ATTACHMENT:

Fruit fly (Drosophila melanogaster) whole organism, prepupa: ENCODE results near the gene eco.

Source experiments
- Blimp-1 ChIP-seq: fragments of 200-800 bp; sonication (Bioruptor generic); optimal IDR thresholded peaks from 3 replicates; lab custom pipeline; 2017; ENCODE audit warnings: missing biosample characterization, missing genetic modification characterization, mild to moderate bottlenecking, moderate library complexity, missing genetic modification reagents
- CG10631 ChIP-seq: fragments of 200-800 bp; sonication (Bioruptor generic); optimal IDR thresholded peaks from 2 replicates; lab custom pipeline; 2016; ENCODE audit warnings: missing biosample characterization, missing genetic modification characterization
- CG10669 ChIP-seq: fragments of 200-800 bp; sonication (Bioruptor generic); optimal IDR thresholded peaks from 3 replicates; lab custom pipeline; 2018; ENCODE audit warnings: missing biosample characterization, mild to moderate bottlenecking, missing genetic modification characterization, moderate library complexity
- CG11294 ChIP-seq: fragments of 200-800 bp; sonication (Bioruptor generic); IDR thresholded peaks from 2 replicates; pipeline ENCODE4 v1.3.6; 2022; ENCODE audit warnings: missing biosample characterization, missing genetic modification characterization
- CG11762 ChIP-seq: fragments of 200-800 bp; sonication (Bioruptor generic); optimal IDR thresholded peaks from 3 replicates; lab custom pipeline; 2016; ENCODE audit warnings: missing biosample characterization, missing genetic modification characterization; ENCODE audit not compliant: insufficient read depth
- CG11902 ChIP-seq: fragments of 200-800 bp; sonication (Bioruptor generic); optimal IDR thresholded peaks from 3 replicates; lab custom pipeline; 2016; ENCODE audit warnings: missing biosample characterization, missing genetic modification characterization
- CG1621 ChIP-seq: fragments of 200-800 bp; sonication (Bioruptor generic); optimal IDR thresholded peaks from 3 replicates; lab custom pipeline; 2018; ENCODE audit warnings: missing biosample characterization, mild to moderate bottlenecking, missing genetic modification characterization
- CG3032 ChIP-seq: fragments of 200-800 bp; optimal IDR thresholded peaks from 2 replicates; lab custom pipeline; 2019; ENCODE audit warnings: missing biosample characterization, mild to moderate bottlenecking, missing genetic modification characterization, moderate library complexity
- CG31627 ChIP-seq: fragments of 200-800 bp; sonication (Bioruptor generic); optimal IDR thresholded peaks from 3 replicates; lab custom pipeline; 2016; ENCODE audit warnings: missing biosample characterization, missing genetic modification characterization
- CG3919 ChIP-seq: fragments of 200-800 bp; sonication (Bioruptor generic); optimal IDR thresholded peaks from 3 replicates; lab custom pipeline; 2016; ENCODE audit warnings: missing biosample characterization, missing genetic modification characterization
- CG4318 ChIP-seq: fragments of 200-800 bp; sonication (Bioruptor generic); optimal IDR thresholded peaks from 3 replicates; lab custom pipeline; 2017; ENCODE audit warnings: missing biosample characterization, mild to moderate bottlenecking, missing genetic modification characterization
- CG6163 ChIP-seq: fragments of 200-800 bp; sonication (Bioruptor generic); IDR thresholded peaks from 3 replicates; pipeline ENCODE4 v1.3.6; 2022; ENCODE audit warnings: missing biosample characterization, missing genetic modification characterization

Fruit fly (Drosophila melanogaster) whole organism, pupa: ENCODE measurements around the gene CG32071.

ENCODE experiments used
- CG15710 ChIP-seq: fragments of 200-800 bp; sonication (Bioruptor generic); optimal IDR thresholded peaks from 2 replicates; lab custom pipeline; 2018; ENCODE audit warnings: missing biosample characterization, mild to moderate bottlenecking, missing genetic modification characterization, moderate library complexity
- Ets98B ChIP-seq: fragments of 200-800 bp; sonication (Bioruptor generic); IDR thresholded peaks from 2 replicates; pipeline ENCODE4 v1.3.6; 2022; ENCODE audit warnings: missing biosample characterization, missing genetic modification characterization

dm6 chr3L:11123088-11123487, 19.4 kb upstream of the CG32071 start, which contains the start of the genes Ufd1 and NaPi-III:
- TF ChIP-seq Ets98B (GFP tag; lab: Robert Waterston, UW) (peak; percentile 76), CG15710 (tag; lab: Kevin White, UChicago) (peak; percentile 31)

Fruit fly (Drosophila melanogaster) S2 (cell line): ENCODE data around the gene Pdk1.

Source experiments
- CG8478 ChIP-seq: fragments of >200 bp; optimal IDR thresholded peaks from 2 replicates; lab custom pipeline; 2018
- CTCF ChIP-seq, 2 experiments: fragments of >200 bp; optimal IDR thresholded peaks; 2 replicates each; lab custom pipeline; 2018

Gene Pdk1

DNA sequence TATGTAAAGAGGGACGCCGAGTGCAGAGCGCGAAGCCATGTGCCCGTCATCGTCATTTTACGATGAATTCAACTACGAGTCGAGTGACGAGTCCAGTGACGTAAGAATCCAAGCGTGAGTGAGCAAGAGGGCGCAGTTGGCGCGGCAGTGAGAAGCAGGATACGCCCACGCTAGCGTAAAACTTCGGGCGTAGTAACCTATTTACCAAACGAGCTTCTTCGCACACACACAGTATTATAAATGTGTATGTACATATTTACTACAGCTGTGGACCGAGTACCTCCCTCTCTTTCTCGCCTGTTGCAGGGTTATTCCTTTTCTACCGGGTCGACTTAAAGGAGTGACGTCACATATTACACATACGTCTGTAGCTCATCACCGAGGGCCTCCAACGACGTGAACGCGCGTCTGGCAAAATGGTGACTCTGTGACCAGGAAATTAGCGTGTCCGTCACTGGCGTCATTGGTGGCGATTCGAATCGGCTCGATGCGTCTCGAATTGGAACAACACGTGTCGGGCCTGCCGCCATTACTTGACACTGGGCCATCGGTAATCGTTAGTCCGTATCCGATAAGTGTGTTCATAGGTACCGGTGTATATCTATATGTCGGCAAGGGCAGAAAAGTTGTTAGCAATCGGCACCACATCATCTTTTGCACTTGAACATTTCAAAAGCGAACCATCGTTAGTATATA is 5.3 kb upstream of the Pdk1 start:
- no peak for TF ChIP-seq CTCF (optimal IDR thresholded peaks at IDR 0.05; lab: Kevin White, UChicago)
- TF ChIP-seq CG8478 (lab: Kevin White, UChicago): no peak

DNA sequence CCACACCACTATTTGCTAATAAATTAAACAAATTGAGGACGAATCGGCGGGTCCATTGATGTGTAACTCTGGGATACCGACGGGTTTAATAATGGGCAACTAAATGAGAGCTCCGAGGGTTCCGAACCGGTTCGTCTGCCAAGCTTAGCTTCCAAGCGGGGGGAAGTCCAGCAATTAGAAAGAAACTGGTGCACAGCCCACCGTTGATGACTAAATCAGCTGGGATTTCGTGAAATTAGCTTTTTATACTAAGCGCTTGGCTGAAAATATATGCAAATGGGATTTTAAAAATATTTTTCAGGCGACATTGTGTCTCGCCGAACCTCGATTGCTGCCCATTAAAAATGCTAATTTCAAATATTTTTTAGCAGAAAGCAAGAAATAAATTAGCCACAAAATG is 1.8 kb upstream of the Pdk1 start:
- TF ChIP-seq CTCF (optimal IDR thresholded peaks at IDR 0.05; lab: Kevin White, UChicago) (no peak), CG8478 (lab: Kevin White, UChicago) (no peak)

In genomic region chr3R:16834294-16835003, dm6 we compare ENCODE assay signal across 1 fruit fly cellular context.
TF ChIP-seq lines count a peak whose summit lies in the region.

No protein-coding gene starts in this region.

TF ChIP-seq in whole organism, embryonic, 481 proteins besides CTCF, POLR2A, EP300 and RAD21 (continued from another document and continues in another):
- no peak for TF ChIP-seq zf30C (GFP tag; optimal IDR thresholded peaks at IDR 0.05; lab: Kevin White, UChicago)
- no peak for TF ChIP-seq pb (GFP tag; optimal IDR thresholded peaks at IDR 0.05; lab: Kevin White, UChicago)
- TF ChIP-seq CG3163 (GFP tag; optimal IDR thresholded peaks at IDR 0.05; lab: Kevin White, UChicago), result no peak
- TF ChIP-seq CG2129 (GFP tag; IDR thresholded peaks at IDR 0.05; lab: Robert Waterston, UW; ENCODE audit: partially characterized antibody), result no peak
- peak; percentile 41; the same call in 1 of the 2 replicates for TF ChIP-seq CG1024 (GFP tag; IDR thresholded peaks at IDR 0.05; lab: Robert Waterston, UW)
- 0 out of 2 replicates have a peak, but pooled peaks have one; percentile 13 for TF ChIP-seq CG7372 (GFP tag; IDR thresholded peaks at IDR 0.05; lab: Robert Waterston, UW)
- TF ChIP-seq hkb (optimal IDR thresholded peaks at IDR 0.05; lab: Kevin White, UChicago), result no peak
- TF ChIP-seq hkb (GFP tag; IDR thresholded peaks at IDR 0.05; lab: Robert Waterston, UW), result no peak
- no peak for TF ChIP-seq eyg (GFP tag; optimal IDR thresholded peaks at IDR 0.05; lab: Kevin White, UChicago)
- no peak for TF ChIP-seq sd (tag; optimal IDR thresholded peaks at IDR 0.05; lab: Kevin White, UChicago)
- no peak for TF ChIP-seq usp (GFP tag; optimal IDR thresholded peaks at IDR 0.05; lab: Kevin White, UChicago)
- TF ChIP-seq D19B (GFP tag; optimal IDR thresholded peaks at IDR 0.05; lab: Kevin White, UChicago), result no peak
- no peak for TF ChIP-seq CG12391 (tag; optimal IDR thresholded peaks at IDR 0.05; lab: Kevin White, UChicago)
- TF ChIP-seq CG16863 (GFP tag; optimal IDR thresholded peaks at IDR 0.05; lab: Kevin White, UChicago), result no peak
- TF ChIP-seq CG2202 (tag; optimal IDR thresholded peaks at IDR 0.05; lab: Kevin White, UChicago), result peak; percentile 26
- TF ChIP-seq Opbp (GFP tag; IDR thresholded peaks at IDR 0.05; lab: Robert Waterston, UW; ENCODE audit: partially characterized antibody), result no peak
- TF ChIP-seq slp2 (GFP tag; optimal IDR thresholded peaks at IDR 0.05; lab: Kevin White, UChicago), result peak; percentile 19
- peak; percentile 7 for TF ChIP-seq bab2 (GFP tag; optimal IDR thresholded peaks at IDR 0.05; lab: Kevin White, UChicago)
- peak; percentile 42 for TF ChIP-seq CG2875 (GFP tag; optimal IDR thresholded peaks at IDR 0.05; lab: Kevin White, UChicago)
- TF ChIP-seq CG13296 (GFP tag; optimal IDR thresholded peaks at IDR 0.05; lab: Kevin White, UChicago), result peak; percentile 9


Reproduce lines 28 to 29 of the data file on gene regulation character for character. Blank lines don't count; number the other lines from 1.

- TF ChIP-seq CG8478 (lab: Kevin White, UChicago): no peak

DNA sequence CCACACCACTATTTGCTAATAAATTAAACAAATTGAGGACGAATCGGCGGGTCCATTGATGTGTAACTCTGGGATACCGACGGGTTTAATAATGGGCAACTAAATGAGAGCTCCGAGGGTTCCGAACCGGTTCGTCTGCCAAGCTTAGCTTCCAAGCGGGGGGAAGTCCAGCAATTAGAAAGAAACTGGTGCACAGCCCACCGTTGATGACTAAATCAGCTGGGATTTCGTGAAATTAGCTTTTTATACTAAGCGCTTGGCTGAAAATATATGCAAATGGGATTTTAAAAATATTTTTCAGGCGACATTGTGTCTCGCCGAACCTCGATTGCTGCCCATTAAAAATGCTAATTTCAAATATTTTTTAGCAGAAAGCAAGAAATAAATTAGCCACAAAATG is 1.8 kb upstream of the Pdk1 start: